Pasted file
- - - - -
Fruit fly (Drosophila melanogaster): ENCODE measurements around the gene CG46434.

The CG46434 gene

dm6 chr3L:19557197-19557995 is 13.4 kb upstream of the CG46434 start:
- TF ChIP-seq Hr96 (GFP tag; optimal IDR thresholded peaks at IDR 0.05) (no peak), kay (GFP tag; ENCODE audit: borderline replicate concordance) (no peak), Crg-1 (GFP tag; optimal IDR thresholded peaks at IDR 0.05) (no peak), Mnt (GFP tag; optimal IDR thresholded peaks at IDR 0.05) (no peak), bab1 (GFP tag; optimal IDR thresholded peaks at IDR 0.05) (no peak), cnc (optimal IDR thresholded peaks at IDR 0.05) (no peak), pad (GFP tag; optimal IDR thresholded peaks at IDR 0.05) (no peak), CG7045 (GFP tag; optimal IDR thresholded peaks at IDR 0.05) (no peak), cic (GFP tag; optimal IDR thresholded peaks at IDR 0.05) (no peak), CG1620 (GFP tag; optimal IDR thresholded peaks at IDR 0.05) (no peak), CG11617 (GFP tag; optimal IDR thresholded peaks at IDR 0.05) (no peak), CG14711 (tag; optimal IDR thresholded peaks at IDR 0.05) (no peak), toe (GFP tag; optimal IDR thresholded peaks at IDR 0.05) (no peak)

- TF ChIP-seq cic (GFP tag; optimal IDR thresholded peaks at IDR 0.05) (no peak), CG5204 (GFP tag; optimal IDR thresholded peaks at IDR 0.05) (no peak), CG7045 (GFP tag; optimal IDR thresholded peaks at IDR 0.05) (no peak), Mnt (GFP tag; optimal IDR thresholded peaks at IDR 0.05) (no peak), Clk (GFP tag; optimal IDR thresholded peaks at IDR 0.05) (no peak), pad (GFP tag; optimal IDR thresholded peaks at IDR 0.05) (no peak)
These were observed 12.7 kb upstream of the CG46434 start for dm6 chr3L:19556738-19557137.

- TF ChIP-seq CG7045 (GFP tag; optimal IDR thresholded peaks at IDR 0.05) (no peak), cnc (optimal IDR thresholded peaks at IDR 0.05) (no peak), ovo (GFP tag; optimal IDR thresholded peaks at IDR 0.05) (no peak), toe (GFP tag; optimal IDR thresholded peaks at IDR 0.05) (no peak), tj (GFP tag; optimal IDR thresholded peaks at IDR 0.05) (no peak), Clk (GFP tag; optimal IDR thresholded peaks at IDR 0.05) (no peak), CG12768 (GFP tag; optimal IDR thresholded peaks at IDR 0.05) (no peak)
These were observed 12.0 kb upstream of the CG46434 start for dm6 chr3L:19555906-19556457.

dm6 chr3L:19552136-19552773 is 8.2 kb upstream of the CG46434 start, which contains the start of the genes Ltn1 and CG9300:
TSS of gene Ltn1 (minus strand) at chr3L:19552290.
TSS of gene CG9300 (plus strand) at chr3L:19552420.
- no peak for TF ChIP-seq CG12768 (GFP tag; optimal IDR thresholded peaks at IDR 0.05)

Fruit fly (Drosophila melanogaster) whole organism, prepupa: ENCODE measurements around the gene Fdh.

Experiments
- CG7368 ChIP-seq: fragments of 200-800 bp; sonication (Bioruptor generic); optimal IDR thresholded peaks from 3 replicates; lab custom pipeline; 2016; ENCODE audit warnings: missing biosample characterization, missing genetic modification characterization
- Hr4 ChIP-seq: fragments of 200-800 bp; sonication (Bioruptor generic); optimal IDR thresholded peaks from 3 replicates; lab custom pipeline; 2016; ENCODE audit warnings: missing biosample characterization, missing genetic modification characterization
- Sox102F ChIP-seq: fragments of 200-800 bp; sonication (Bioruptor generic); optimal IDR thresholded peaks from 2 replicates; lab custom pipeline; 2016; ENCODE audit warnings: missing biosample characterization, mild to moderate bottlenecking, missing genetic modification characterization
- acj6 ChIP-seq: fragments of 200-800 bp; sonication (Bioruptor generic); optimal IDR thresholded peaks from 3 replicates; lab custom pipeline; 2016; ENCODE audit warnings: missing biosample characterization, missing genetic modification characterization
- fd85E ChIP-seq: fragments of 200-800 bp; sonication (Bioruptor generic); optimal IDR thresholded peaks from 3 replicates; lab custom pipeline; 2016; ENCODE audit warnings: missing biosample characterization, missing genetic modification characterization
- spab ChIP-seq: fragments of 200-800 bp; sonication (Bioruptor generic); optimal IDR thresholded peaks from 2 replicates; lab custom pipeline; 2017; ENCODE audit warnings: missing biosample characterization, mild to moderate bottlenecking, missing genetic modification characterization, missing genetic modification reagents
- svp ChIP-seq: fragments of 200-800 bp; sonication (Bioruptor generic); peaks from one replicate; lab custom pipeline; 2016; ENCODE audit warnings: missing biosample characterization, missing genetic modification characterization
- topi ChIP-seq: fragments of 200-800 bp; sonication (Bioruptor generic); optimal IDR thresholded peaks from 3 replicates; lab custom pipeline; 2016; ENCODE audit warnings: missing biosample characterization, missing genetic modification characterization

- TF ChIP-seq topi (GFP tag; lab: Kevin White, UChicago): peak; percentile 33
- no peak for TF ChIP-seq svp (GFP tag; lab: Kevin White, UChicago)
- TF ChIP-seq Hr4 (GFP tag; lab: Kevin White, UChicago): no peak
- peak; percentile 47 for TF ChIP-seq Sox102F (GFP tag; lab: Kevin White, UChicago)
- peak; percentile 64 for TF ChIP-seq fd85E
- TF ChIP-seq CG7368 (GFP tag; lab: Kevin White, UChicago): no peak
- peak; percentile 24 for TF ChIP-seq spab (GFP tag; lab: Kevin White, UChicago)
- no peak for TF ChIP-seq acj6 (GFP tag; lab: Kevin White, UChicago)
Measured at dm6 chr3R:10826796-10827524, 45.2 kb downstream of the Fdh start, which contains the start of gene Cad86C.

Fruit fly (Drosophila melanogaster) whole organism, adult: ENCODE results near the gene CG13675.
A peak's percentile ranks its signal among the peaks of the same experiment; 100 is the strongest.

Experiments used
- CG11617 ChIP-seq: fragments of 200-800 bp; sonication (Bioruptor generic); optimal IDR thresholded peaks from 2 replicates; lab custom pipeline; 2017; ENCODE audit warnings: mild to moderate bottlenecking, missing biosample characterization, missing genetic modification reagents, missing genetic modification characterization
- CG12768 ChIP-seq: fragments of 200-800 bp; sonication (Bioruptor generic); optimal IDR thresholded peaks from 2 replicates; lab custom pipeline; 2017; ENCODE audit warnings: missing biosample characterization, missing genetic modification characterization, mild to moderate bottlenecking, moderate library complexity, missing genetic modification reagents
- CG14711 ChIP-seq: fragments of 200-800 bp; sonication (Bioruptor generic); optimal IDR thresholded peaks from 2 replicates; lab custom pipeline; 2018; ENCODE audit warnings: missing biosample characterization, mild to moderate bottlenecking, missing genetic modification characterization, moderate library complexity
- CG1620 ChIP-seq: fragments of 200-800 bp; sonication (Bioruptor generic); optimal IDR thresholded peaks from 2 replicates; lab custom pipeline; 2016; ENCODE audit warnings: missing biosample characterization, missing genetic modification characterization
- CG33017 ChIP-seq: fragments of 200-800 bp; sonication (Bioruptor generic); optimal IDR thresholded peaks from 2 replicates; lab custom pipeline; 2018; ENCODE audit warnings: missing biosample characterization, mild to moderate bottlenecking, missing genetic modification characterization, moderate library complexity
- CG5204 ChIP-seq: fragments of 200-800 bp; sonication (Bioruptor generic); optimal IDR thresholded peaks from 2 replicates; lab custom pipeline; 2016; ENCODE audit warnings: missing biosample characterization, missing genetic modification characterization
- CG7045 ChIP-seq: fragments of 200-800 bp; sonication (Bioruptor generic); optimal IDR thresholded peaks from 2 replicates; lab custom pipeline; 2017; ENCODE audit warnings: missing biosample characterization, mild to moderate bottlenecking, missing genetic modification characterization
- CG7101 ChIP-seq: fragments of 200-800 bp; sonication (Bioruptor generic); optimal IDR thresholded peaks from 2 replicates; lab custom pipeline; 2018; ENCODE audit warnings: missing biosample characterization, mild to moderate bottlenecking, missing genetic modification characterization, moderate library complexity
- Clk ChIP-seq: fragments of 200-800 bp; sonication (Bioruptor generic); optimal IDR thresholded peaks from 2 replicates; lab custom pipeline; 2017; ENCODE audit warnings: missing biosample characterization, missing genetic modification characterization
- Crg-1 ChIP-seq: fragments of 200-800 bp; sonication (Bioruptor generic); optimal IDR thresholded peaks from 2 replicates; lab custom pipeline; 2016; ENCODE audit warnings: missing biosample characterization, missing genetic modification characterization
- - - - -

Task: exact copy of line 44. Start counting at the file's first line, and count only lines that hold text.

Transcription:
- Crg-1 ChIP-seq: fragments of 200-800 bp; sonication (Bioruptor generic); optimal IDR thresholded peaks from 2 replicates; lab custom pipeline; 2016; ENCODE audit warnings: missing biosample characterization, missing genetic modification characterization